I am not a great fan of the apostrophe,
it makes reading prose easier, helps with communication and comprehension. There are many things that make life easier, I do not have to have fondness for them.
I found a couple of friends when reading a book on the alphabet the other day. Michael Rosen in Alphabetical points out a few anomalies such as the missing letter rule.
One purpose of the apostrophe is to indicate missing letter such as in haven’t = have not
Ain’t, however, is given one, even though there is no ai not or any other version, the word is aint, plain and simple, so why the apostrophe?
George Bernard Shaw referred to apostrophes as uncouth bacilli and in Candide he steadfastly wrote dont and cant. He didn’t win his augment on missing letter apostrophes but elsewhere,over recent years, the possessive use for street names is vanishing as in St Johns Road. I have heard many a heated argument against this ‘sloppy behaviour’ I think the sloppy will win this one, it has to be easier and cheaper to leave the apostrophe out, and really will the road mind that much?:)
Lewis Carroll of ‘Alice’ fame thought people were wrong to write ‘shan’t’ for ‘shall not’. He tried to persuade that it should correctly be sha’n’t.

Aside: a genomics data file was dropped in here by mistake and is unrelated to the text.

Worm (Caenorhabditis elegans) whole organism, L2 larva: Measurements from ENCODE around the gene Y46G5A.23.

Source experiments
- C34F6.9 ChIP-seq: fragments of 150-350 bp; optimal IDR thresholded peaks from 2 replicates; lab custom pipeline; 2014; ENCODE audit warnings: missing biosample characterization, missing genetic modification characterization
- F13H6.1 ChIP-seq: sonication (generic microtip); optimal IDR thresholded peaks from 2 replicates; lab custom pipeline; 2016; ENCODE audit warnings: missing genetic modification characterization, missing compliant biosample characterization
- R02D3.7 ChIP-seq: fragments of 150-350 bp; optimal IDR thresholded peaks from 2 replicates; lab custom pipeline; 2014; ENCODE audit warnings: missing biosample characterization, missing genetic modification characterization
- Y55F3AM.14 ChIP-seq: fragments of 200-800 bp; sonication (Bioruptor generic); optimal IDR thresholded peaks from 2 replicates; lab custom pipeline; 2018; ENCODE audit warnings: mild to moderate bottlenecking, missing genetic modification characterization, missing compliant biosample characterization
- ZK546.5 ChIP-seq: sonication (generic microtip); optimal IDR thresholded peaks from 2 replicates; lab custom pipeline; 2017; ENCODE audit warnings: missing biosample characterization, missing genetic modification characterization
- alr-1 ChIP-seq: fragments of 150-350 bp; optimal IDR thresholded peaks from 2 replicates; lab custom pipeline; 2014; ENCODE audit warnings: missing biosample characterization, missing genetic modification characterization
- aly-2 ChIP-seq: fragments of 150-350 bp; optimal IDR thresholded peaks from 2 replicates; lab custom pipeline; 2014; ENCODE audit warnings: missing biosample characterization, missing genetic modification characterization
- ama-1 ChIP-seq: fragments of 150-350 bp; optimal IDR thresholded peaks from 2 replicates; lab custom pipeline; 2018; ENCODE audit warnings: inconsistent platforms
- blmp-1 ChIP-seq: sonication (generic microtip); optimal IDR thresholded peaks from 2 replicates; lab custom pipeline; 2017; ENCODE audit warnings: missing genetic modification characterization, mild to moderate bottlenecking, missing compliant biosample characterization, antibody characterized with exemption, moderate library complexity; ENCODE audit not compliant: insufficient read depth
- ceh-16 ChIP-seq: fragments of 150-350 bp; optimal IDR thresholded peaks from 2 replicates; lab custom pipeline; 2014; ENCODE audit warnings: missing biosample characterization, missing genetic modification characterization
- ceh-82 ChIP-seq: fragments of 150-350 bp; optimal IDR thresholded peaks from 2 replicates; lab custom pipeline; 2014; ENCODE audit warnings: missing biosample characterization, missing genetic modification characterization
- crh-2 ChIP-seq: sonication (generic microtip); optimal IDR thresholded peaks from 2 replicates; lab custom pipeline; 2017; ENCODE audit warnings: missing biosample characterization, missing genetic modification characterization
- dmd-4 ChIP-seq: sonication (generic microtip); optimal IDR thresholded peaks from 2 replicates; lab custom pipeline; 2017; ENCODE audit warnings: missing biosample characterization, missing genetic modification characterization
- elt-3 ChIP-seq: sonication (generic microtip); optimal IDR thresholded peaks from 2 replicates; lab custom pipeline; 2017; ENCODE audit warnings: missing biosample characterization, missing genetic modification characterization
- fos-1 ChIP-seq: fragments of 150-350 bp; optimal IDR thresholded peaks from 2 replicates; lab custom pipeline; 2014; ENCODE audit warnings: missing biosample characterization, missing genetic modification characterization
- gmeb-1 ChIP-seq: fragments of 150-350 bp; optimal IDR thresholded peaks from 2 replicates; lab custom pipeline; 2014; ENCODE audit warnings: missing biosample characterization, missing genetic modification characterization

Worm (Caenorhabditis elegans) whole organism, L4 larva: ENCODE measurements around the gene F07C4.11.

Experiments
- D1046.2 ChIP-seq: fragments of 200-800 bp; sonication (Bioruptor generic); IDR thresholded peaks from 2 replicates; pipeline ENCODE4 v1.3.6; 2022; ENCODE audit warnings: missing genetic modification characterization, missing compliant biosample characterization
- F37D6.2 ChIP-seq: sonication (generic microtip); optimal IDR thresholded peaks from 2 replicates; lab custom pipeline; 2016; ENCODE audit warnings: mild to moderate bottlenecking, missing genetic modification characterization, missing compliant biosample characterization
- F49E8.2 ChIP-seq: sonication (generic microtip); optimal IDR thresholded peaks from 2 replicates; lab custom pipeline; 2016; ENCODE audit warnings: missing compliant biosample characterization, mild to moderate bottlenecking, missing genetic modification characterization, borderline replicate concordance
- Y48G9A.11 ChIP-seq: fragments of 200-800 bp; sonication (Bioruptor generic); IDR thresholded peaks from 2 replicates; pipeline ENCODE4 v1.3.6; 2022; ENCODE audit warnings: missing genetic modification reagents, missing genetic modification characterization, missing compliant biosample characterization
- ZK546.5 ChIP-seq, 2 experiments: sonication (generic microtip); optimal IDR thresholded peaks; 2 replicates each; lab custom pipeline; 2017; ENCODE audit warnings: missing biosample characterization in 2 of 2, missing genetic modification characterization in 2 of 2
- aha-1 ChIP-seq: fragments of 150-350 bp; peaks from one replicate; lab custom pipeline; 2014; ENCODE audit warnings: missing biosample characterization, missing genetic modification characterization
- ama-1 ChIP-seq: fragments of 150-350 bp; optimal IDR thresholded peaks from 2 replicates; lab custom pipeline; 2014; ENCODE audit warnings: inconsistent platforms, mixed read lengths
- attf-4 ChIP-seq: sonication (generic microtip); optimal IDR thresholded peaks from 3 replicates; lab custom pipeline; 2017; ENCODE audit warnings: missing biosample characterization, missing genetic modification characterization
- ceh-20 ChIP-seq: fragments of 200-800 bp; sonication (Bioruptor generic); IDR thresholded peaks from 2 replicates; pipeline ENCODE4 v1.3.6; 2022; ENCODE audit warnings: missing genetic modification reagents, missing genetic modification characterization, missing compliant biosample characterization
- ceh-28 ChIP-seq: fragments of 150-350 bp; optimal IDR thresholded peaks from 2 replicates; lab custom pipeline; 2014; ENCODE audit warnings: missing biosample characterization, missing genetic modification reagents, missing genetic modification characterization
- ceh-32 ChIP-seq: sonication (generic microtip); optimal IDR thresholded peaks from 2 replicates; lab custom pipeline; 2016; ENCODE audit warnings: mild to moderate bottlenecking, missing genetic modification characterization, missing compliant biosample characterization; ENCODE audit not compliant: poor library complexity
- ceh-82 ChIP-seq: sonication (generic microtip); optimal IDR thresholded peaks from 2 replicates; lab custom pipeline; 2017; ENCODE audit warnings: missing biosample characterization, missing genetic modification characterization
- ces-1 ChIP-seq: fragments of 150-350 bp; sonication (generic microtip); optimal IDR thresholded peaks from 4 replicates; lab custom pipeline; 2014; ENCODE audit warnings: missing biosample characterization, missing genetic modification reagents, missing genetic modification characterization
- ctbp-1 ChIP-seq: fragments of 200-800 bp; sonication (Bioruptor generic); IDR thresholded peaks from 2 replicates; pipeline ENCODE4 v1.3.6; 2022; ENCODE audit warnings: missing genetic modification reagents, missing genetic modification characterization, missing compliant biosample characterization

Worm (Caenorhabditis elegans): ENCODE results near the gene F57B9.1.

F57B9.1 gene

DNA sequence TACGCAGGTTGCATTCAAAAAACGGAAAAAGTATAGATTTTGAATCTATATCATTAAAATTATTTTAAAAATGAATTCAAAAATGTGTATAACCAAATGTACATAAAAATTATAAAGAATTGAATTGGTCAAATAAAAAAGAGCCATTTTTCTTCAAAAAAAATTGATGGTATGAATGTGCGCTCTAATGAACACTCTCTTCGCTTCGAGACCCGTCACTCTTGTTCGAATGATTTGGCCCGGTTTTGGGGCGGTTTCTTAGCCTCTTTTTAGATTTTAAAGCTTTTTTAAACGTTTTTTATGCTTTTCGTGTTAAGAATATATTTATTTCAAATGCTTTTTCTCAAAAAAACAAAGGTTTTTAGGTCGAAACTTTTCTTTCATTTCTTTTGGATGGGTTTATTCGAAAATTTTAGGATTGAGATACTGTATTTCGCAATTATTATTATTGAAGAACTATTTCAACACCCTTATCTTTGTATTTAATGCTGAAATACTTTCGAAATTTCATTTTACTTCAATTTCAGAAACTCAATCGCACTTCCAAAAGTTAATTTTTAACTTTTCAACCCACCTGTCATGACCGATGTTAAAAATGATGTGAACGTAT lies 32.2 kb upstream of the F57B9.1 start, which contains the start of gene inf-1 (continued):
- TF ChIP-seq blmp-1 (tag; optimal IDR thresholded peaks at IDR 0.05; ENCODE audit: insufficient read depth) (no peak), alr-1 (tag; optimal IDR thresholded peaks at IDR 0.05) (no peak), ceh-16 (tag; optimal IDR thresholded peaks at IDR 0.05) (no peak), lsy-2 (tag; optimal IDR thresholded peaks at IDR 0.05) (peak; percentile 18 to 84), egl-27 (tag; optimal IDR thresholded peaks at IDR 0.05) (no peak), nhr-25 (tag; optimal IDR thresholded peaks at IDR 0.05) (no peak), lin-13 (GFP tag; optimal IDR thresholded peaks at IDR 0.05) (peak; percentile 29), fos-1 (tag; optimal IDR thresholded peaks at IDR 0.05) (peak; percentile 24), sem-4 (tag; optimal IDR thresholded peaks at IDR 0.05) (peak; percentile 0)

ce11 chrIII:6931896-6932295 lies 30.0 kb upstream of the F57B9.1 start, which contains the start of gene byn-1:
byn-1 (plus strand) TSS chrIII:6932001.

David Crystal In The Fight For English argues that people have always and will always make their own choices, the rules are not cement, not million year old rock, they are man made by by printers and academics stating their own preference. Rosen maintains there are no missing letter as such we say ‘shan’t’ because it suits us to say it that way. For those who differ and argue that rules must be followed they ought to be including the ‘ for those extra missing letters!
Along with millions of other children I was confused for a many years with the apostrophe used to mark possession. I got it at the beginning; I could write the dog’s, the cow’s easy peasy, then we come across its.
For goodness sake did they have it in for the children!
Possession, but woe betide small children who with confidence add the apostrophe.
In an instant certainty vanished.
I didn’t know the rules!
Exceptions that are supposed to ‘prove the rule’ just confuse those of us whose brains are wired differently, it is not explained properly obviously judging by how many continue to get it wrong into adult life. Maybe if those printers all those years ago had thought it through properly and worked out that pronouns would make a nonsense of their rule – ours,yours,theirs . . .
I got the hang of ‘its’ and ‘it’s’ by repeating the missing letter rule to myself, however, my confidence was gone on everything else.
When to use that dratted little sign?
I was this way until way into my adult years and retirement, still, even now, when tired or ill or my brain is particularly Dyspraxic the apostrophes vanish and I have to hope for the best. As Widdershins commented here last week in praise of editors, Blessed is my friend from forever/editor.
I really dont get on with these rules:( I do like George Bernard Shaw though.